If you want to know the true value of your home, you must use homes that have recently sold, not ones that are listed for sale. An appraiser will typically use four to five similar homes that have sold in the past six months. They will then use these to determine the value for your home. They will often include one or two homes that are currently listed for sale, but only to show whether market demand is high or low. However, they won’t use the homes that are listed for sale as a indicator of what your home is worth.
I couldn’t buy a house today that I really wanted to buy
I had someone call me today asking if I wanted to buy their house. Their price was way over market value. When I asked what houses they had used for comps, I found they had violated everything we’ve said to justify their value. They crossed zip codes into different cities and school districts, and used houses listed for sale rather than houses that had sold. The result was they thought the home was worth twenty-five percent more than the market thought it was worth.
4. Avoid justifying why your home is different from the others
Chances are you really love your home. But, just because you love your home, doesn’t mean it’s worth more than your neighbor’s house that just sold. Emotionally we add value to our home that is purely relative. We think we have a nicer house than the one that just sold. We have a nicer… you fill in the blank. However, all of this is relative.
Leave your emotions out of it
While it may be true that some parts of our home are nicer than the neighbors, they may have things that are nicer than ours. If you want to get an accurate estimate of value for your home, try to ignore your emotions and just look at the numbers. Remember, every adjustment we make for differences, means the more likely our estimate will be incorrect.
That includes expecting a dollar for dollar return on improvements
5. Don’t expect dollar for dollar for improvements
It’s amazing how many times I hear homeowners say how much they spent on improvements when justifying the price they want to sell for. In our minds we justify overspending on improvements thinking we’ll get our money back if we sell our home. The reality is that even the best home improvement projects rarely return more than 75-80% return on investment.
Compare houses with similar improvements
The problem comes when we think that because we spent forty thousand dollars on upgrades, that the home is worth forty thousand dollars more than the neighbor’s home. Instead, what we need to do is compare houses with similar upgrades and improvements. If your home has a newer kitchen, use comps that have newer kitchens. If your home has a new roof, HVAC and windows use comps that have similar improvements.
6. Pools don’t always increase the value of your home
We have a lot of homes with pools in California. However, pools are a funny thing when it comes to whether they add value to a home. In some neighborhoods, pools are almost required. In other areas, pools are not desirable at all. Doughboy and other above ground pools, almost always have a negative value as many buyers see them as something they will need remove once they purchase the property. Even built in pools, contrary to popular opinion may not add value. I’ve seen appraisers give absolutely zero added value for a built in pools because the comps didn’t support adding any value for the pool.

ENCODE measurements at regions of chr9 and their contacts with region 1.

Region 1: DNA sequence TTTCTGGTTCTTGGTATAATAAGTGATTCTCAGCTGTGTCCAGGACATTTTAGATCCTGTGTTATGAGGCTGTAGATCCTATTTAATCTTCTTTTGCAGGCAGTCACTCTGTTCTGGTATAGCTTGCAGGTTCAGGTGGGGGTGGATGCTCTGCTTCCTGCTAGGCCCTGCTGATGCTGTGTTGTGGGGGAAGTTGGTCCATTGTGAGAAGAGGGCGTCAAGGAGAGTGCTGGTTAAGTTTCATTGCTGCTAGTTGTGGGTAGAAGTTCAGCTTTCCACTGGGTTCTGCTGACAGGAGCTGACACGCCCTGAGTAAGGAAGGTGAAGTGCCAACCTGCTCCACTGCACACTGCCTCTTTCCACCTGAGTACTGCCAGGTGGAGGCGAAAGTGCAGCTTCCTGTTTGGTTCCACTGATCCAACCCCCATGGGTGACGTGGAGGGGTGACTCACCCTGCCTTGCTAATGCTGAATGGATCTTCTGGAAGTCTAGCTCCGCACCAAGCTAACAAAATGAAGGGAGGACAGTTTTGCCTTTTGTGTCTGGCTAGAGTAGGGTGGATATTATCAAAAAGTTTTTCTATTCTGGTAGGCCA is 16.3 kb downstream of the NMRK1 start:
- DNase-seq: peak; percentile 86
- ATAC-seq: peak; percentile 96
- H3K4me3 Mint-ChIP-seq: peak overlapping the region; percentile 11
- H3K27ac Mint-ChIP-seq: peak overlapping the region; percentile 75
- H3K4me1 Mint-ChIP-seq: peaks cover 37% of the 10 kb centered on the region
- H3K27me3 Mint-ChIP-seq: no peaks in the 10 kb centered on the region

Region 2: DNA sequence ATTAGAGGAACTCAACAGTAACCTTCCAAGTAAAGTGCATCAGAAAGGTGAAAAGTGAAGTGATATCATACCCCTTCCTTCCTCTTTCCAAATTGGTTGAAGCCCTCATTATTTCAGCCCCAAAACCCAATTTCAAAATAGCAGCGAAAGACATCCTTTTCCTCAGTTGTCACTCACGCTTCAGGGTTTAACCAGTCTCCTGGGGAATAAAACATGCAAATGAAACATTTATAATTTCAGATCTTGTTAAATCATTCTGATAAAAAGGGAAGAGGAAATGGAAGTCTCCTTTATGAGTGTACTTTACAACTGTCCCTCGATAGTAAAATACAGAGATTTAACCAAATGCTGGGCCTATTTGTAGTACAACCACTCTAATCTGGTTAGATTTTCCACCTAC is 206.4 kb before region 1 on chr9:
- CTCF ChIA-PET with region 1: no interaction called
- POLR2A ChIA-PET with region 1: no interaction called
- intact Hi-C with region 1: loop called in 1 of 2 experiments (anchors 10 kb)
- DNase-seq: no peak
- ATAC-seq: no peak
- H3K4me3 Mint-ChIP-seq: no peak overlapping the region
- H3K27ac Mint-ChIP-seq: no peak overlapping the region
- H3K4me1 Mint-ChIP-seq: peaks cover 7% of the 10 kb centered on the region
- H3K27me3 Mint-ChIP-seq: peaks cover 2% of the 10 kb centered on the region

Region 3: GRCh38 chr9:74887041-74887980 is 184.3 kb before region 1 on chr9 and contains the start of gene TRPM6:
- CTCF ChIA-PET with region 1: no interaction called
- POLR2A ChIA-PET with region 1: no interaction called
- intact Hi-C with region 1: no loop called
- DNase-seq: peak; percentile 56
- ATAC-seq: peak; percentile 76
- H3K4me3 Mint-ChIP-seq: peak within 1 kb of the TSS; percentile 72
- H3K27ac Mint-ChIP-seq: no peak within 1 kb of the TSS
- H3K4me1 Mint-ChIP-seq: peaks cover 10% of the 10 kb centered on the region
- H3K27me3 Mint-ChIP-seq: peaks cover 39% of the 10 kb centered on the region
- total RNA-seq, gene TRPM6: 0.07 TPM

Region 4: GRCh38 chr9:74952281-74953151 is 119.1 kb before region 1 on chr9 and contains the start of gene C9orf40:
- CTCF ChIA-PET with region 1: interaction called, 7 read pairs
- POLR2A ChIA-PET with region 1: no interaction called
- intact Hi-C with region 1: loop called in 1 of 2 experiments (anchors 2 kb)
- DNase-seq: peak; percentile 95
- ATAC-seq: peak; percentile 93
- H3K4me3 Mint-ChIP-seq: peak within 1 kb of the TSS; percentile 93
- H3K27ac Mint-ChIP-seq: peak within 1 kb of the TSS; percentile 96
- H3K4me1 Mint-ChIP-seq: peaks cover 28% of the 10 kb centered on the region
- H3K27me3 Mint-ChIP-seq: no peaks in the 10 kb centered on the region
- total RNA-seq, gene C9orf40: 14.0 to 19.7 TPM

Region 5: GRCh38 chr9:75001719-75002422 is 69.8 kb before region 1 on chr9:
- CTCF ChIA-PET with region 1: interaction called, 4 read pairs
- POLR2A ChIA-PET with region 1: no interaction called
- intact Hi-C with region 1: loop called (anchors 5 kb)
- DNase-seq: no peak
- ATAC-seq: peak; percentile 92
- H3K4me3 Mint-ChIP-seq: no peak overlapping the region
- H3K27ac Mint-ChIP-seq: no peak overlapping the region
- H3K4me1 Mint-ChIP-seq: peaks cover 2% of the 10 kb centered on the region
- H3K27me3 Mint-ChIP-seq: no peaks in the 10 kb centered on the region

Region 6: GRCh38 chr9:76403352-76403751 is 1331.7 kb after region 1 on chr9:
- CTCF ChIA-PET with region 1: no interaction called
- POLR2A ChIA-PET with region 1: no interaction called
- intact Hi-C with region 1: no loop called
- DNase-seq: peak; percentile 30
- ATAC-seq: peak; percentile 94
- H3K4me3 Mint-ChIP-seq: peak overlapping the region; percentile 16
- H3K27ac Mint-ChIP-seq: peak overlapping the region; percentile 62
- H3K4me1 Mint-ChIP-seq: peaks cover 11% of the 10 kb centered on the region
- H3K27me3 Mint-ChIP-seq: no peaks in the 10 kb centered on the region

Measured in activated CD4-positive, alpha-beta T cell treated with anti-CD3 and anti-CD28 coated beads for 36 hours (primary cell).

How to know if a pool adds or subtracts value
To determine if a pool adds value to your home, compare two or three similar homes with and without pools. If these homes sell for close to the same amount, then the pools probably didn’t add value for potential buyers. If the homes are similar in every other way, but the houses with pools sold for more, take a note of how much more. The difference will help you estimate the value of a pool for your home.
7. Price per foot is not a good predictor
We all do it. We look at the price per foot of homes in the area and then use it to justify our price. However, every time I hear an appraiser speak, they tell me that I can’t use price per foot to determine value.
The problem is that the price per foot is inversely proportional to the square footage of a house. If a fifteen hundred square foot house sells for a hundred dollars a foot, it doesn’t mean a two thousand square foot home will sell for the same price per foot. Generally speaking, the larger the square footage, the less the price per square foot for the neighborhood. And in the same neighborhood, the smaller the house, the higher the price per foot.
Price per foot also doesn’t take improvements or upgrades accurately into account. It simply assumes all houses are the same regardless of number of bedrooms and size.
8. No two comparable sales are equal
You may have followed all of the above guidelines for determining value. Even then, there can be factors that may have impacted the price a buyer or seller was willing to agree to. Maybe the seller was being transferred out of state and needed to sell their home quickly. Maybe the home was an inheritance and the heirs simply wanted to receive cash from the home. Was there a recent death in the home? Was that a contributing factor to the selling price?
Not all factors are negative. Scarcity or specific floor plans can also impact what a buyer might be willing to pay. Two houses might have the same square footage and number of beds and baths, but still be a different floor plan. Even within the same neighborhood. Often, these differences are only known to local Realtors® or people intimately familiar with the neighborhood.
Avoid the outliers
If you find a comp that is priced much higher or lower than the majority of houses, you should probably exclude it unless you are absolutely sure of why it’s an outlier.
All of these factors can influence the price that a buyer and seller negotiate. However, a true comparable should be a home without any undue influence or adjustments for differences. Remember, you are looking for recently sold homes in your neighborhood rather than trying to use the prices of new listings in your neighborhood.